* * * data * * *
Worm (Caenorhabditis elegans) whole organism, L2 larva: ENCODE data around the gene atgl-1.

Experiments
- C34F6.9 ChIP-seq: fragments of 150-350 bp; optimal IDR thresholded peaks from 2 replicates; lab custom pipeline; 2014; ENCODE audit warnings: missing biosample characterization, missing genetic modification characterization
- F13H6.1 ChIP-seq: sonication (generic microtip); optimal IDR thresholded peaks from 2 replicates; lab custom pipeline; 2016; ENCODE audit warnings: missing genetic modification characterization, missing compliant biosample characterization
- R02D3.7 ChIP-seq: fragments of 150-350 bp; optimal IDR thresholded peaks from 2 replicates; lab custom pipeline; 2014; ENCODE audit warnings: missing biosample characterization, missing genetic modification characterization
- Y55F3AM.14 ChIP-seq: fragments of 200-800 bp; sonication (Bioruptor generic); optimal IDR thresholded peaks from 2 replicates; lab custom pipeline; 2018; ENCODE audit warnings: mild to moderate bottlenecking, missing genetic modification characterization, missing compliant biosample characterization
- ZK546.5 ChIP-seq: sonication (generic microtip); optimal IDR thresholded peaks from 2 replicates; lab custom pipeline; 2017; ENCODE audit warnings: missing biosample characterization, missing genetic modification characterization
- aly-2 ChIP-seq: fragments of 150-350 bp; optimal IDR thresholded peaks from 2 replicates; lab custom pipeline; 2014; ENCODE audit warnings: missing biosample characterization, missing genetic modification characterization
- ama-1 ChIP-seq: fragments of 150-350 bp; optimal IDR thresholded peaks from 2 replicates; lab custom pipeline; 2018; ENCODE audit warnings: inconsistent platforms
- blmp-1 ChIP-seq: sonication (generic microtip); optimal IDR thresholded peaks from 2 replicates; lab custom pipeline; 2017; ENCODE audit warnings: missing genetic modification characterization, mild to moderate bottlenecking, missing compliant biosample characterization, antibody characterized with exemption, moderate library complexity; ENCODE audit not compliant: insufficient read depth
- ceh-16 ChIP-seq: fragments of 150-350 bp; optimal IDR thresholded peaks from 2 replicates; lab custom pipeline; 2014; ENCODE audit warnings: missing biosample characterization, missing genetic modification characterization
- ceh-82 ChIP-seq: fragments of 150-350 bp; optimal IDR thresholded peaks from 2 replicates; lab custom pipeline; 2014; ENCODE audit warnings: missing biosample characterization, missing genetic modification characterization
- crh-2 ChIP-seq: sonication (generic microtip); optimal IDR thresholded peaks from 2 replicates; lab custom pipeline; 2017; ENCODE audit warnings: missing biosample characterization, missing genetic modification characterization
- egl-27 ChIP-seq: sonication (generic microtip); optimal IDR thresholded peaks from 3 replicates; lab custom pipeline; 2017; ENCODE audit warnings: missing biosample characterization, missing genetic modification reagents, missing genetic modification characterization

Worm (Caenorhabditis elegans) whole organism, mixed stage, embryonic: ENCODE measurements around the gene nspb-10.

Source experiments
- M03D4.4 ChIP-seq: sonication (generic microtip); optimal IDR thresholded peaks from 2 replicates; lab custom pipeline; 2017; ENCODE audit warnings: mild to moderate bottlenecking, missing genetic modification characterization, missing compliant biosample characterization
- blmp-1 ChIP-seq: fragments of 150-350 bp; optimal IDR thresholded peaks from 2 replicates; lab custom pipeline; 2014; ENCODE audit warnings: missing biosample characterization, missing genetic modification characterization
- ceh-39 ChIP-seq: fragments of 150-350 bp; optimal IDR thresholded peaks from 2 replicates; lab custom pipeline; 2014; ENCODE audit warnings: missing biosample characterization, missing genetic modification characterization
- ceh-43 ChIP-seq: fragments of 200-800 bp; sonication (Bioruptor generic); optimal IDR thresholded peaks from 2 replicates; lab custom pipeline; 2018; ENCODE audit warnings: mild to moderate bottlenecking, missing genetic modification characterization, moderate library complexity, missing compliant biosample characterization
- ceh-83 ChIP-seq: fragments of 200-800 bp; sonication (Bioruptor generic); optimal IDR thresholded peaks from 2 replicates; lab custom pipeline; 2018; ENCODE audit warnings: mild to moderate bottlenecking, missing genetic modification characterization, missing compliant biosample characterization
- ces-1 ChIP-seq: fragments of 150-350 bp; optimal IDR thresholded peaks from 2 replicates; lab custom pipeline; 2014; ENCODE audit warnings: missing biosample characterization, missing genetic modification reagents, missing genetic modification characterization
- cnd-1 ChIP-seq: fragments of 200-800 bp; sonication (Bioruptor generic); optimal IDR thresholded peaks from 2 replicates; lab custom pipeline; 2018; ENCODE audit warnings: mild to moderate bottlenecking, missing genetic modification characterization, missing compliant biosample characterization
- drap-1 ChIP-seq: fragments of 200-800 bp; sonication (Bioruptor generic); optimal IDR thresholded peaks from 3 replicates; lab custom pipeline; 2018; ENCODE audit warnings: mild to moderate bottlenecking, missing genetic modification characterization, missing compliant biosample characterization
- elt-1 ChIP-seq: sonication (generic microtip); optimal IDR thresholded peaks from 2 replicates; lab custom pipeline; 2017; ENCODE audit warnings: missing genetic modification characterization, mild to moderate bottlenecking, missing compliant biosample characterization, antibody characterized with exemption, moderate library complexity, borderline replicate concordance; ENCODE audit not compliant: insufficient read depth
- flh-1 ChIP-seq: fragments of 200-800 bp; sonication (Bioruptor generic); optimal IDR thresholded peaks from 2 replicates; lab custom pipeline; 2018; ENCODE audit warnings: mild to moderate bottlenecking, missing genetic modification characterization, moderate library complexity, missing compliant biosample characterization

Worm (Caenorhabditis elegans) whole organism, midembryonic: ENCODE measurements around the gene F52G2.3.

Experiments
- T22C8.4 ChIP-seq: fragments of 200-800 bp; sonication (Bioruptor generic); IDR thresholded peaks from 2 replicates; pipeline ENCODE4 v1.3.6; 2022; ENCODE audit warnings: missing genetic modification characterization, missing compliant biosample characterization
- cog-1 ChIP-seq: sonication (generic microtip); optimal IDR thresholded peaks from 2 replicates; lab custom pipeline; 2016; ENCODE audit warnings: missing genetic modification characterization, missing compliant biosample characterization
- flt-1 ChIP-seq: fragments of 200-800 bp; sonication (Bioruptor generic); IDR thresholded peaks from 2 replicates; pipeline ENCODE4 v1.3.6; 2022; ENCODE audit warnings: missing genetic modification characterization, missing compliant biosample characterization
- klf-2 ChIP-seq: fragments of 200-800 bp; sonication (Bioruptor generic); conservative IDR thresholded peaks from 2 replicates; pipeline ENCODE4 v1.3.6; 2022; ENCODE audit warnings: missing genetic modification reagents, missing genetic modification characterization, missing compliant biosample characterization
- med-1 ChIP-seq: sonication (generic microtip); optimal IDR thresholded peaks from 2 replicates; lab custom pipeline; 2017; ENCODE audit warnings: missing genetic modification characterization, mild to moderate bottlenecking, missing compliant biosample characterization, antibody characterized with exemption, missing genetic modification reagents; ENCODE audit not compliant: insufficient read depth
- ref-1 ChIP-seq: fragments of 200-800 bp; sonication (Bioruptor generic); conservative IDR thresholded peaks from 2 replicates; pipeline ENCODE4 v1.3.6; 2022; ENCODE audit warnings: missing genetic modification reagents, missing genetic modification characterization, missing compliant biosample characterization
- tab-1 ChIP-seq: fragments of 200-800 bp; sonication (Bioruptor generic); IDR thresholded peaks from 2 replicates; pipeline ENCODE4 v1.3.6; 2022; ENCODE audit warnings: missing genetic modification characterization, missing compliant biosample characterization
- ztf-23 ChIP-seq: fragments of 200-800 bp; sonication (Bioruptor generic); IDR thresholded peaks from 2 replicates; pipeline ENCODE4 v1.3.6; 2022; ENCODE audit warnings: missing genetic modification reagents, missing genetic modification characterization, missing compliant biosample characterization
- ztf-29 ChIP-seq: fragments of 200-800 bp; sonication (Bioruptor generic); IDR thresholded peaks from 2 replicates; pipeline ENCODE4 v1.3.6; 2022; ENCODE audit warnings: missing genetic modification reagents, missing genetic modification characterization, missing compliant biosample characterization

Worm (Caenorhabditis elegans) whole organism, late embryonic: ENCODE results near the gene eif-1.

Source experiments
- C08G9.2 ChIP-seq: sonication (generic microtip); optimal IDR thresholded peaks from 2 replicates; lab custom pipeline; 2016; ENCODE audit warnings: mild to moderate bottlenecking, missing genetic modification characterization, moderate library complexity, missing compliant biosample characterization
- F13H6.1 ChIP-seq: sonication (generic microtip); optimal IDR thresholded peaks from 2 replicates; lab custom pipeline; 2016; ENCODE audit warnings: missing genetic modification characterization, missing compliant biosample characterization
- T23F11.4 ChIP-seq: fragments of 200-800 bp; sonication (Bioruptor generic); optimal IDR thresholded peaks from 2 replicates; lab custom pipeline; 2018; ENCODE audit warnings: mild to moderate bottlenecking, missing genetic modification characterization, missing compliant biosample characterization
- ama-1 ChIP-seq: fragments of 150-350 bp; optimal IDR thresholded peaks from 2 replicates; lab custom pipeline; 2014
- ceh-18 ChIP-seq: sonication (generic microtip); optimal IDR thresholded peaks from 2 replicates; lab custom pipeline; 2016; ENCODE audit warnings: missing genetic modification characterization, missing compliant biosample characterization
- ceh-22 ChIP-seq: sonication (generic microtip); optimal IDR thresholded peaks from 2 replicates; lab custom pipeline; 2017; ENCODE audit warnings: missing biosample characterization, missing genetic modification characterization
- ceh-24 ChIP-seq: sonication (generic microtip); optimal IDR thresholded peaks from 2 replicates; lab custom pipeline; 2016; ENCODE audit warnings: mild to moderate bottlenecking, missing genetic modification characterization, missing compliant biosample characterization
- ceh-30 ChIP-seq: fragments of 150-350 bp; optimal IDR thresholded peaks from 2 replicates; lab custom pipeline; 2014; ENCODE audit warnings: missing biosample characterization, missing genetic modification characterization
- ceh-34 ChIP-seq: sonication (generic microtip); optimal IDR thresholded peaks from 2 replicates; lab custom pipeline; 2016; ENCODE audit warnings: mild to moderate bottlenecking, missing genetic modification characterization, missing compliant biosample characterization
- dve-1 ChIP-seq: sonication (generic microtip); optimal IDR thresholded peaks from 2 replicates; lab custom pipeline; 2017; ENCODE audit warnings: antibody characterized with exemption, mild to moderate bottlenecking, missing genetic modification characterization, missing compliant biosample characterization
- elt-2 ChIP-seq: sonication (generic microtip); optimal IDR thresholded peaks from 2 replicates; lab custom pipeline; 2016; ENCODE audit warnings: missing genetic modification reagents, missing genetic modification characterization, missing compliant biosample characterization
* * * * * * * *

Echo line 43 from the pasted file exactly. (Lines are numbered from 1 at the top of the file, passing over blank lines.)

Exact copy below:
- ama-1 ChIP-seq: fragments of 150-350 bp; optimal IDR thresholded peaks from 2 replicates; lab custom pipeline; 2014